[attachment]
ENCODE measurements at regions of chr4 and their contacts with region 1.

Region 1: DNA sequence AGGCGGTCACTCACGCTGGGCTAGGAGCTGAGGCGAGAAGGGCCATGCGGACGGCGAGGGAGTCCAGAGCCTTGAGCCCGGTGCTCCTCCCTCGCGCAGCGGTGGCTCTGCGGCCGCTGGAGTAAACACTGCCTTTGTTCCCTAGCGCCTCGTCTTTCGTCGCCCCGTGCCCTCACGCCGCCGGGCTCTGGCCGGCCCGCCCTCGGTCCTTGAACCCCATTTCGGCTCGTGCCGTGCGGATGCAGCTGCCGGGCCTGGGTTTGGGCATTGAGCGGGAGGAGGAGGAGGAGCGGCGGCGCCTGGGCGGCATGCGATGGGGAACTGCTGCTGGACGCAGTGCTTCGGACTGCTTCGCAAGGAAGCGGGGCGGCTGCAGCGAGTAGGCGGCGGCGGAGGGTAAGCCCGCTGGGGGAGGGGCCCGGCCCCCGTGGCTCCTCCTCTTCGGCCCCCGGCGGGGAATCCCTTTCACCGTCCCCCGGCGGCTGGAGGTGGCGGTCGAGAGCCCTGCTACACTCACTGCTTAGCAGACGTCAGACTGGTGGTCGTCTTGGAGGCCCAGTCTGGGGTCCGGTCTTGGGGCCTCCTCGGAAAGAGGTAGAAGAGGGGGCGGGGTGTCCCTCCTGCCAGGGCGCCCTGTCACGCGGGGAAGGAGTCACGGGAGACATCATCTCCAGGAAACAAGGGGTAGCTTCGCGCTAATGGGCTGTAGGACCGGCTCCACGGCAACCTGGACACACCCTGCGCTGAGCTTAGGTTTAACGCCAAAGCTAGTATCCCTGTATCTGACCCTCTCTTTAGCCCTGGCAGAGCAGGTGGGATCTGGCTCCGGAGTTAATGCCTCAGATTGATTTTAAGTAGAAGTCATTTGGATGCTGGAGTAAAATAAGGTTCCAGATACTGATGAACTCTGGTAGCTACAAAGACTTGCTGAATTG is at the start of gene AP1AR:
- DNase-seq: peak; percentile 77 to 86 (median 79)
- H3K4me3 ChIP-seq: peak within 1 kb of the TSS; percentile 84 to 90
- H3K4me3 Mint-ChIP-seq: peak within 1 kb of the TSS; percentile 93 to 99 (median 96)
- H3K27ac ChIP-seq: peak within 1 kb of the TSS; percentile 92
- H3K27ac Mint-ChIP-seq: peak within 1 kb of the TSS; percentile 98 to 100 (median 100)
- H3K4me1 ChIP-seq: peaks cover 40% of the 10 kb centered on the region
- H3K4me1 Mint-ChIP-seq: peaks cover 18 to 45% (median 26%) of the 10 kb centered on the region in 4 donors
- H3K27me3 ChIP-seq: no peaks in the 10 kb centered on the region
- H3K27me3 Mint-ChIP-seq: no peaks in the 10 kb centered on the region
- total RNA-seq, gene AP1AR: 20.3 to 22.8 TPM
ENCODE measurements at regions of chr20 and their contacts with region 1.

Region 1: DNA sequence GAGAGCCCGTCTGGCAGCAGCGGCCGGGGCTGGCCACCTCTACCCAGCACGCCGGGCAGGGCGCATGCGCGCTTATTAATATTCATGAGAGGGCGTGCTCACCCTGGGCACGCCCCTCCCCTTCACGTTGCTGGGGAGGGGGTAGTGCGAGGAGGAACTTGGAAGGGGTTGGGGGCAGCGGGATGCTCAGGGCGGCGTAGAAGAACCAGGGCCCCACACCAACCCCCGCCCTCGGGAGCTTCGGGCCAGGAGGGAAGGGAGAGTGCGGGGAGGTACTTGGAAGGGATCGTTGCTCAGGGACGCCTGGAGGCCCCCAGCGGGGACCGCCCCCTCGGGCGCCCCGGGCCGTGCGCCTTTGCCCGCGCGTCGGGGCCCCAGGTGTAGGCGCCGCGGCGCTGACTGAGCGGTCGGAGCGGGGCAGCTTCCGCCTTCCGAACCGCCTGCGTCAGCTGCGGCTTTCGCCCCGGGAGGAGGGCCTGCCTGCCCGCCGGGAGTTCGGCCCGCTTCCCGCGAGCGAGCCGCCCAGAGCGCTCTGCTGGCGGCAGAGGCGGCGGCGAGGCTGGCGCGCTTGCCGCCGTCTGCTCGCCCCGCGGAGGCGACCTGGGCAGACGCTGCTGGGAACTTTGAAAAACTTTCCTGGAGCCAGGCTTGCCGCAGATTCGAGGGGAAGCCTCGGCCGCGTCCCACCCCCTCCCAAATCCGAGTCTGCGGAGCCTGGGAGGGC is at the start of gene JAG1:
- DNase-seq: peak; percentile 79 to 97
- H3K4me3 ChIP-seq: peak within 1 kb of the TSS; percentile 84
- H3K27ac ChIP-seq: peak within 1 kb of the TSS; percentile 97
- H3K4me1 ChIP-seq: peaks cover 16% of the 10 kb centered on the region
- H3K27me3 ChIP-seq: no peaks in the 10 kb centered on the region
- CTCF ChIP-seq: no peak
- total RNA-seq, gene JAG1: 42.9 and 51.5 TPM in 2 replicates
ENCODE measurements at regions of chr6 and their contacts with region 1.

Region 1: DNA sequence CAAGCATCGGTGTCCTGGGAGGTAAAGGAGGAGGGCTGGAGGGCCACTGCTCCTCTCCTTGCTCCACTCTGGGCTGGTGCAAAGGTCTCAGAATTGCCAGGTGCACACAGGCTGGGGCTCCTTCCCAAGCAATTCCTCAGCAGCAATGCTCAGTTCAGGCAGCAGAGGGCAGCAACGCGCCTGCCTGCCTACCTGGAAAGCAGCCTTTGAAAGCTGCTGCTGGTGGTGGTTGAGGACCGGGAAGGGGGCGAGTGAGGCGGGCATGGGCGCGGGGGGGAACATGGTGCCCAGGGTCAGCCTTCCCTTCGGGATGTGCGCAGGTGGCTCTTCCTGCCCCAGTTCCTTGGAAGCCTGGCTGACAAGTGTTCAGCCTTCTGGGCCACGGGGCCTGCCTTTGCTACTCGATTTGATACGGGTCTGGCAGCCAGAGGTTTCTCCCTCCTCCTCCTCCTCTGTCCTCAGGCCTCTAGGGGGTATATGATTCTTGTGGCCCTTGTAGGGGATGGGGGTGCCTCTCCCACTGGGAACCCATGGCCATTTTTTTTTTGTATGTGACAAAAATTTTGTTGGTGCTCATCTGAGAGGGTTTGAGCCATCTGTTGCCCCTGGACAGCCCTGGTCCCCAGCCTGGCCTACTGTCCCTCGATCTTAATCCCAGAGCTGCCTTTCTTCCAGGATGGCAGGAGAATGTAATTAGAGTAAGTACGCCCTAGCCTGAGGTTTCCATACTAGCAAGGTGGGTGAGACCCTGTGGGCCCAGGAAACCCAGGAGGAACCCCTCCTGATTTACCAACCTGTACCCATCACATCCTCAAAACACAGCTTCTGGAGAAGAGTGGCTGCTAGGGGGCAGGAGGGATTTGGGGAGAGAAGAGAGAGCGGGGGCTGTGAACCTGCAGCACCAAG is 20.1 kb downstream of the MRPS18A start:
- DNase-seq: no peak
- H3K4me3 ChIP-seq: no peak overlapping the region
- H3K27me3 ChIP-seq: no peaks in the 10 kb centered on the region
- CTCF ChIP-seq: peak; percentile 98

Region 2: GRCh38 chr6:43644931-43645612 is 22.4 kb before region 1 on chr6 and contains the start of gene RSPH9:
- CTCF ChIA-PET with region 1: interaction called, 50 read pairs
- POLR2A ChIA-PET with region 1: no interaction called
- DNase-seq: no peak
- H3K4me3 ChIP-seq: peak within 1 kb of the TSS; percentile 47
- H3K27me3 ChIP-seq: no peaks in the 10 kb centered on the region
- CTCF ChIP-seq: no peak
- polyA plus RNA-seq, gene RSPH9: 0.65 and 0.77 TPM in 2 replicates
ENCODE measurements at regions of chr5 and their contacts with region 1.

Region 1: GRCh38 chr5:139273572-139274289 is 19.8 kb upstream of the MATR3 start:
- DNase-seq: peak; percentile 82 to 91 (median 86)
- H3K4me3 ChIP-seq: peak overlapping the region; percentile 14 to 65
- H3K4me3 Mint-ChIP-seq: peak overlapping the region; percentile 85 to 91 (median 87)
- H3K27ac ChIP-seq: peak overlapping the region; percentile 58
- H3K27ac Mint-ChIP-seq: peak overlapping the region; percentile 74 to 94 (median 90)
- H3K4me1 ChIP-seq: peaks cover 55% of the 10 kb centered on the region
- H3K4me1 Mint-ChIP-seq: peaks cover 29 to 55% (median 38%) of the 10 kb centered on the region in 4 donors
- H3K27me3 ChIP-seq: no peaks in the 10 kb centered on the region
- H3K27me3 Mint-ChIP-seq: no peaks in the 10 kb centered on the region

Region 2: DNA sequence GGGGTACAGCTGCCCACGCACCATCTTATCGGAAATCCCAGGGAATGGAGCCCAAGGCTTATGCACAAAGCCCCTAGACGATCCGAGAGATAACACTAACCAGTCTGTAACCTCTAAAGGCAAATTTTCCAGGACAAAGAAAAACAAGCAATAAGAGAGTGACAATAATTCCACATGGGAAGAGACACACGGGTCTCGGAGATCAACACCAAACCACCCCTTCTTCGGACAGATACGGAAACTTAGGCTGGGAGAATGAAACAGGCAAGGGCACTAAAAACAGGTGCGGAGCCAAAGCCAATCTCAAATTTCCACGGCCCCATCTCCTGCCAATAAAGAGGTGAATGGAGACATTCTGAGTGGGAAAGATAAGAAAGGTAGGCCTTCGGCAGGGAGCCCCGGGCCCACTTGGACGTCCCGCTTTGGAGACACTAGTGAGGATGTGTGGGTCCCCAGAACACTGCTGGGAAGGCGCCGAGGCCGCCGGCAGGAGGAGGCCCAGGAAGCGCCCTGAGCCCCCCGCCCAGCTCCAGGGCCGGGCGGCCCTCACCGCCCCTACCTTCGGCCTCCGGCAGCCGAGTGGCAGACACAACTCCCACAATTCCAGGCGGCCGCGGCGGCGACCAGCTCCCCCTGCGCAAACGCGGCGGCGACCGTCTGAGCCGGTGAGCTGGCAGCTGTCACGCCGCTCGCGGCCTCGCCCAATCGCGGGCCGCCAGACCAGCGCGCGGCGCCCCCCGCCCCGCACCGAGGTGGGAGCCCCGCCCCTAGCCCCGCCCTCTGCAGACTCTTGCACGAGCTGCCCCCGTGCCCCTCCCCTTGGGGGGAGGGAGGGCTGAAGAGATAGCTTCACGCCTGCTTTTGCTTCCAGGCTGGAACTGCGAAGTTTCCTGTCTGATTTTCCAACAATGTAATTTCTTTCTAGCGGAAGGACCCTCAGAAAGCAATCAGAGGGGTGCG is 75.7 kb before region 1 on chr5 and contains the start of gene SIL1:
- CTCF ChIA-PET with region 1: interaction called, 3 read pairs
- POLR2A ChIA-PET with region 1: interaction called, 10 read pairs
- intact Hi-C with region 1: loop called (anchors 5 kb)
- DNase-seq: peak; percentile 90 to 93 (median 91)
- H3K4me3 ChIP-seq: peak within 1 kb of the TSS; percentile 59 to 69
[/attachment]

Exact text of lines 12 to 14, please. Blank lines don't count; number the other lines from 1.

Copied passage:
- total RNA-seq, gene AP1AR: 20.3 to 22.8 TPM
ENCODE measurements at regions of chr20 and their contacts with region 1.

Region 1: DNA sequence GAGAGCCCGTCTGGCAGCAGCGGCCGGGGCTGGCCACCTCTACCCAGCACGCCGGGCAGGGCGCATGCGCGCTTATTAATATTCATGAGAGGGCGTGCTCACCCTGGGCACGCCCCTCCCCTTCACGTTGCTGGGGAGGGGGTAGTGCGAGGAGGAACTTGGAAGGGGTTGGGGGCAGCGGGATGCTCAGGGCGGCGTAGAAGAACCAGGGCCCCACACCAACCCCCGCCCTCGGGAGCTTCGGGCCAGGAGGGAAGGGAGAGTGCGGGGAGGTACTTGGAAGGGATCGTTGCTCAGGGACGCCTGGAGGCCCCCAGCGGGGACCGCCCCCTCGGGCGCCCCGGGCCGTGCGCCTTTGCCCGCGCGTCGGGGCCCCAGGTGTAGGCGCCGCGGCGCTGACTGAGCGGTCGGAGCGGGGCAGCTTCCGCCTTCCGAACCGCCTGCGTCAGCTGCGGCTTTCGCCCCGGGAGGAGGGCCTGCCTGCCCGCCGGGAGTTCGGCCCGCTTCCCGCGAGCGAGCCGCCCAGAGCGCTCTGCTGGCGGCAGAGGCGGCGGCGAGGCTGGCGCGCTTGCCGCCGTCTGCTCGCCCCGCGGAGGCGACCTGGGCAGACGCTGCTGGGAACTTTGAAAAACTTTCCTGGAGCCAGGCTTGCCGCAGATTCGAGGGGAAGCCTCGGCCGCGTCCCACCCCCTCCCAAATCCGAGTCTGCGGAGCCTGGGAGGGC is at the start of gene JAG1: